DNR: Changes proposed to endangered, threatened species list

CONTACT: Kurt Thiede, Land Division administrator,(608) 266-5833


MADISON — Sixteen birds, plants and other animals are proposed to be removed from the state’s list of endangered or threatened species as the result of a comprehensive scientific review of rare species in Wisconsin, according to state endangered species officials.

They are now starting on the administrative rule-making steps required to make the proposed changes. Information on those proposed changes, process followed, and public comment opportunities are available on the Department of Natural Resources Endangered Resources web page: http://dnr.wi.gov/org/land/er/

Some of the 16 species proposed for removal responded well to protections given to listed species and management efforts to increase their populations, while others were found to not be as rare as once thought or no longer occur in the state.

At the same time, eight different species found during the review to be in jeopardy now or in the near future are proposed to be added to the list, a status that would make it illegal under Wisconsin’s Endangered Species Law for people to kill, transport, possess, process or sell them.

“Extensive review of field data from scientists and citizen monitors, DNA analysis, and new mapping technologies have given us an unprecedented understanding of Wisconsin’s natural heritage,” said Laurie Osterndorf, who directs DNR’s Endangered Resources Bureau.

“We’re proposing to update our list to accurately reflect this information, recognizing Wisconsin’s success in restoring some rare species while giving others the protections they need to survive in the 21st century.”

Wisconsin’s Endangered Species Law requires DNR to review and, following public input, revise its list of endangered or threatened species. Since the first list was developed in 1972, it has been revised 10 times, most recently in 2011 to add cave bats due to the imminent threat of white-nose syndrome.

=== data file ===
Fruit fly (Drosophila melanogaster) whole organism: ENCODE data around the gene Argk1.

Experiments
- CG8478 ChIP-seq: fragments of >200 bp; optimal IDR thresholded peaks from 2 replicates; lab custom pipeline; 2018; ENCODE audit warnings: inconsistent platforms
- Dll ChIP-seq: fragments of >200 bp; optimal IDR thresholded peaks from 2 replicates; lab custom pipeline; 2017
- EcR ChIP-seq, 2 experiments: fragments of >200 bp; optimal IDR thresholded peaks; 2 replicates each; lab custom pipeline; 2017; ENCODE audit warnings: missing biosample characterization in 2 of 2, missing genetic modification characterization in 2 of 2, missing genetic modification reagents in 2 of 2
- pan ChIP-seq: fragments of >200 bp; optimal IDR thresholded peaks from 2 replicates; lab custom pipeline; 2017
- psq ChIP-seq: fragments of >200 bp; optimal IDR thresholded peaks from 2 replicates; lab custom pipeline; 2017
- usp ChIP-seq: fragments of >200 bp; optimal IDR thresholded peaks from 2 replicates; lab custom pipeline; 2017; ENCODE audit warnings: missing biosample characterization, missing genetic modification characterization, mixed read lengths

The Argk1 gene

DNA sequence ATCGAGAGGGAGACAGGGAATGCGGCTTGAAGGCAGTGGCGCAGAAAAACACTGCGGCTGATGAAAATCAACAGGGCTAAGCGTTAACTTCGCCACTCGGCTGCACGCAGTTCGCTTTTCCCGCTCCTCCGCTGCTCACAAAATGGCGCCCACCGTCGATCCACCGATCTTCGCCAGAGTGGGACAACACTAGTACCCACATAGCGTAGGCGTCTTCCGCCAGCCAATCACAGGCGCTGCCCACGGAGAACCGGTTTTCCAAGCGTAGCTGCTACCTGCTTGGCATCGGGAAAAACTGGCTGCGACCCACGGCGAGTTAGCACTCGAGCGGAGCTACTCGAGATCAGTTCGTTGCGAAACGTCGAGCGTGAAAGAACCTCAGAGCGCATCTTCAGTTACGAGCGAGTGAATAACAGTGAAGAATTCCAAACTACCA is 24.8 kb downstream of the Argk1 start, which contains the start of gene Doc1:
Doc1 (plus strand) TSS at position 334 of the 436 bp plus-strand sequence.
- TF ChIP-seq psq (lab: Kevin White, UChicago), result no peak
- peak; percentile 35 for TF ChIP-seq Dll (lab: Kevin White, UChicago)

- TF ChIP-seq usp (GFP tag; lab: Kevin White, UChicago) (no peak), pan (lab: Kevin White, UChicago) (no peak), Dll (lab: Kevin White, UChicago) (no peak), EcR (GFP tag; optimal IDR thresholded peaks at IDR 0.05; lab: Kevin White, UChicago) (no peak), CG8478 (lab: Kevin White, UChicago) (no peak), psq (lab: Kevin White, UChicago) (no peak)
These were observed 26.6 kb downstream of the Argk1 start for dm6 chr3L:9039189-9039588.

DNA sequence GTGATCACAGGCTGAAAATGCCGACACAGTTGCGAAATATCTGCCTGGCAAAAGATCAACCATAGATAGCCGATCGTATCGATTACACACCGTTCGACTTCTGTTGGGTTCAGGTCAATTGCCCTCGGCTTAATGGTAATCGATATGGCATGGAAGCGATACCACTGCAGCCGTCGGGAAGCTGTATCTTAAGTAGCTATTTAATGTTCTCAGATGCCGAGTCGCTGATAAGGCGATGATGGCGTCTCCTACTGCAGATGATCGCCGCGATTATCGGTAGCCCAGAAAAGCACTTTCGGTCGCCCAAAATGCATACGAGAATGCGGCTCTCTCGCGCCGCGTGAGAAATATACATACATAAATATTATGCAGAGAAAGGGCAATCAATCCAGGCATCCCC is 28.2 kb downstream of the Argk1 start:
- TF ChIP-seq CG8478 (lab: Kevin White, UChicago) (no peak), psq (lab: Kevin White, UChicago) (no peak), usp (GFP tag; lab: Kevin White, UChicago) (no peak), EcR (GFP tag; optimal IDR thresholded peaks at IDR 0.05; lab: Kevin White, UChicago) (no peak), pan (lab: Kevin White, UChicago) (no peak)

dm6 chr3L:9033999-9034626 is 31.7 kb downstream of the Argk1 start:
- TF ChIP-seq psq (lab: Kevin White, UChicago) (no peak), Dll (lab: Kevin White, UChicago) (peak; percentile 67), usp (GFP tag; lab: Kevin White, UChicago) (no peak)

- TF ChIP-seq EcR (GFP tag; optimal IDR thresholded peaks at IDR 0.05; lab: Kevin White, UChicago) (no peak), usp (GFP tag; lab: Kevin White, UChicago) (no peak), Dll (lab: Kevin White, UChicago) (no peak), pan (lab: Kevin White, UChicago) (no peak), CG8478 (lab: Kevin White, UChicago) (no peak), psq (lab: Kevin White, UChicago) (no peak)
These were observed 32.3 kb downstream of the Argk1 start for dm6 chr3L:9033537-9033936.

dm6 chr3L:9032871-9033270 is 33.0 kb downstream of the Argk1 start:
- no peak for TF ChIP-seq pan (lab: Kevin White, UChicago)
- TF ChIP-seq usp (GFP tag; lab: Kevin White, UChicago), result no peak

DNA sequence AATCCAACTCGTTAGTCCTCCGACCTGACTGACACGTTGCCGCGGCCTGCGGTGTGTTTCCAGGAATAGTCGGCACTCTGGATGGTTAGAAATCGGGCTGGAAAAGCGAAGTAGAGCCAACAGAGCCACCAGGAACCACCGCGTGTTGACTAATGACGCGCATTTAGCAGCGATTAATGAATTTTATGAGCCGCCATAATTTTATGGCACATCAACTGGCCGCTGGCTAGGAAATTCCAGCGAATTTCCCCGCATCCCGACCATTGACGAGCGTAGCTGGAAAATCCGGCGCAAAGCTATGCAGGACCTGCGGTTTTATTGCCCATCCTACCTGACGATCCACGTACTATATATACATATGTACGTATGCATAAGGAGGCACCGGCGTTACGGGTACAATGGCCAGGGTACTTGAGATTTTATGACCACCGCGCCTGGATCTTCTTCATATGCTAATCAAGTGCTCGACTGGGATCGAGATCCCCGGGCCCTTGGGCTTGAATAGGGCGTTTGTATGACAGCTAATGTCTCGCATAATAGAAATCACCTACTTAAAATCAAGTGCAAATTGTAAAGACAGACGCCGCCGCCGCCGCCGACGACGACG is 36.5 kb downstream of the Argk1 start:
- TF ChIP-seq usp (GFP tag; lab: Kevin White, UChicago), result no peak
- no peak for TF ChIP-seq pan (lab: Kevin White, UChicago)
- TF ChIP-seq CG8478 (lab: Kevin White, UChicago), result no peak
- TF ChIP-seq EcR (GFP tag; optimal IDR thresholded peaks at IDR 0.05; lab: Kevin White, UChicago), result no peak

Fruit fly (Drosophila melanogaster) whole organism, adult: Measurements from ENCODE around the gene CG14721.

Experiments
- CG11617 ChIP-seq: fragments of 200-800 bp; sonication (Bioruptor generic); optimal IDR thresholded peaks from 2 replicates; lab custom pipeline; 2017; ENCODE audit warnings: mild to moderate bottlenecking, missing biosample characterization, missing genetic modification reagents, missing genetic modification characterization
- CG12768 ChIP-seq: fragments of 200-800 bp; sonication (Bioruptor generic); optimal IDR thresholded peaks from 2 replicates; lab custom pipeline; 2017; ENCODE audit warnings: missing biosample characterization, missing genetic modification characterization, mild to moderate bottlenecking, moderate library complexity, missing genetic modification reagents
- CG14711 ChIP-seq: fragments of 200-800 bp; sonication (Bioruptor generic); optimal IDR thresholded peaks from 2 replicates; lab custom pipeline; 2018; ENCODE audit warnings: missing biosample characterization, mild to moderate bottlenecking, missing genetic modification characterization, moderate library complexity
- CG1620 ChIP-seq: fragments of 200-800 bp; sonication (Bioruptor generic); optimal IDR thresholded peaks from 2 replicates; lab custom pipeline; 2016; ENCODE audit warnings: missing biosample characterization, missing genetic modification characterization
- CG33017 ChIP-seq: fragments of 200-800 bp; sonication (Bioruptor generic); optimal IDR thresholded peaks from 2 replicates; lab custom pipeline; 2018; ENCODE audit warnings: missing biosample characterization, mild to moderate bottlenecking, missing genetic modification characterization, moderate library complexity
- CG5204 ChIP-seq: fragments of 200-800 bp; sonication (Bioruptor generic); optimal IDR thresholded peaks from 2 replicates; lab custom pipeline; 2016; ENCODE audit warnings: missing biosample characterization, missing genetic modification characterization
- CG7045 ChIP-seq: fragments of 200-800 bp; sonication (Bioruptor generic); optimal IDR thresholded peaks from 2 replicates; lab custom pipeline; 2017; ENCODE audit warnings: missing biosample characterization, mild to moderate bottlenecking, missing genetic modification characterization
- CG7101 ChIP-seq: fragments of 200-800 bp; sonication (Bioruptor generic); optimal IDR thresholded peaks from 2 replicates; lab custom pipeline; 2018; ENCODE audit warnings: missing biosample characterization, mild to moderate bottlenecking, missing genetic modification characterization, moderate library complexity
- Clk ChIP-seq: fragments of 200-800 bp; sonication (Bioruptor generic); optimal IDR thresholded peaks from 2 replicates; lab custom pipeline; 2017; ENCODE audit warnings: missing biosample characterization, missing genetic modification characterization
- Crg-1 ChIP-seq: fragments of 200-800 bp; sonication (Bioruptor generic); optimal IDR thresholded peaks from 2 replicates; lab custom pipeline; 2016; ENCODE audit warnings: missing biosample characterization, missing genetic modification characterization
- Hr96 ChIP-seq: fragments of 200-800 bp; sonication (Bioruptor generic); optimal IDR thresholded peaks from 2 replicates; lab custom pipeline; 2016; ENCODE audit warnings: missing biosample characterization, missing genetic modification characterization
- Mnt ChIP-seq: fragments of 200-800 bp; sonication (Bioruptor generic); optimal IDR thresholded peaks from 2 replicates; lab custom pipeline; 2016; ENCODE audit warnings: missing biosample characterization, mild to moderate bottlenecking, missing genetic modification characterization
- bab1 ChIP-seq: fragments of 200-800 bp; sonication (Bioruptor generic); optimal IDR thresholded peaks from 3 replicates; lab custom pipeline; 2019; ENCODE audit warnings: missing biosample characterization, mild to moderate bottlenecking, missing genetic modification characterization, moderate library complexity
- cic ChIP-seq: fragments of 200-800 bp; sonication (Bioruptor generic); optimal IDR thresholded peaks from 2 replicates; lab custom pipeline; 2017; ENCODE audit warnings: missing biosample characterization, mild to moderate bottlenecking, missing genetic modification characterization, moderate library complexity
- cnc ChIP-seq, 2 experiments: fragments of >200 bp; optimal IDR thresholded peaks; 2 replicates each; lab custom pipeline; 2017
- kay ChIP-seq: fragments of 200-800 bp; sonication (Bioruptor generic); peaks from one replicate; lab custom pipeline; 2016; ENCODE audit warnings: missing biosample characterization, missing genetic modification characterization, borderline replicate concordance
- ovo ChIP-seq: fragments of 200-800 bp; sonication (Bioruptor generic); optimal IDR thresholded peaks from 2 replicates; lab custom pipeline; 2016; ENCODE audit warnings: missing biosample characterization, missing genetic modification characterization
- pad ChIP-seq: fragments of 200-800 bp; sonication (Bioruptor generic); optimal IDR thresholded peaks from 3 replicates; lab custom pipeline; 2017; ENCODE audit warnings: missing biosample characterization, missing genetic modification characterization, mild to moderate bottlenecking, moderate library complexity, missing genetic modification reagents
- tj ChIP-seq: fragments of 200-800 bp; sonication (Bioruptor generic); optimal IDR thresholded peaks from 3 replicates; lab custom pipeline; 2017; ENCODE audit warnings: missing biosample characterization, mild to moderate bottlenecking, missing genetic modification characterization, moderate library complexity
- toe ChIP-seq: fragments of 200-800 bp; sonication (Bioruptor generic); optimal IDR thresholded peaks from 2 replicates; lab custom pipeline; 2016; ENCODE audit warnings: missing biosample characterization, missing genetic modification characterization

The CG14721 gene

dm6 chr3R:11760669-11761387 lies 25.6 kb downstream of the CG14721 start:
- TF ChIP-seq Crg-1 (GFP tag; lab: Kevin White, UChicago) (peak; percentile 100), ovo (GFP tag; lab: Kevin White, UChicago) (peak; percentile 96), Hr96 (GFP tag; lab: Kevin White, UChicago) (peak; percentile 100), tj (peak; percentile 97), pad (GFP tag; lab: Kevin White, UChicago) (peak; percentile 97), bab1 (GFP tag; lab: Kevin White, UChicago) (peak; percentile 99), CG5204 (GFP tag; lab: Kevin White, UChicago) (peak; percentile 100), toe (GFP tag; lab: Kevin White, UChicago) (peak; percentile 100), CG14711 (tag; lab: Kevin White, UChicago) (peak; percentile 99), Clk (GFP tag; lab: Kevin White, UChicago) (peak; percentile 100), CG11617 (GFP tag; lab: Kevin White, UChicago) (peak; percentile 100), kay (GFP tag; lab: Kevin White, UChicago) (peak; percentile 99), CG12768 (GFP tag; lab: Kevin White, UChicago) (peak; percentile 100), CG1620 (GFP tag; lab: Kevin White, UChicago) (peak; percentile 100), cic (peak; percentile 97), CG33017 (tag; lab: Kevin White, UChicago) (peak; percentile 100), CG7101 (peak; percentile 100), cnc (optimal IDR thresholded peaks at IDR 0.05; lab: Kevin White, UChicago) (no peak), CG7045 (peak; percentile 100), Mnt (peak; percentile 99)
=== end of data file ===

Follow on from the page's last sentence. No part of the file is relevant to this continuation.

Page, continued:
State endangered resources staff and outside taxonomy experts have been reviewing information to update the list since January 2010, and are now starting on the administrative rule-making steps required to make the changes.

The steps needed before revisions can be made to the list have changed as a result of Act 21, a law passed earlier this year that required an economic impact analysis be developed in consultation with those who may be affected, along with a more lengthy legislative review process.

Earlier this week, Gov. Scott Walker approved DNR’s scope of the rule, which relates to the policy, purpose and objectives of the rule. DNR will go to the Natural Resources Board in early 2012 to seek approval of the scope statement, followed by seeking board authorization to collect public comment to go into the economic impact analysis required of the rule. After that analysis is done, DNR would seek board authorization to conduct public hearings on the rule specifics.

People interested in following the process can get electronic updates by visiting the Endangered Resources web page and selecting “Subscribe to E/T Updates.” http://dnr.wi.gov/org/land/er/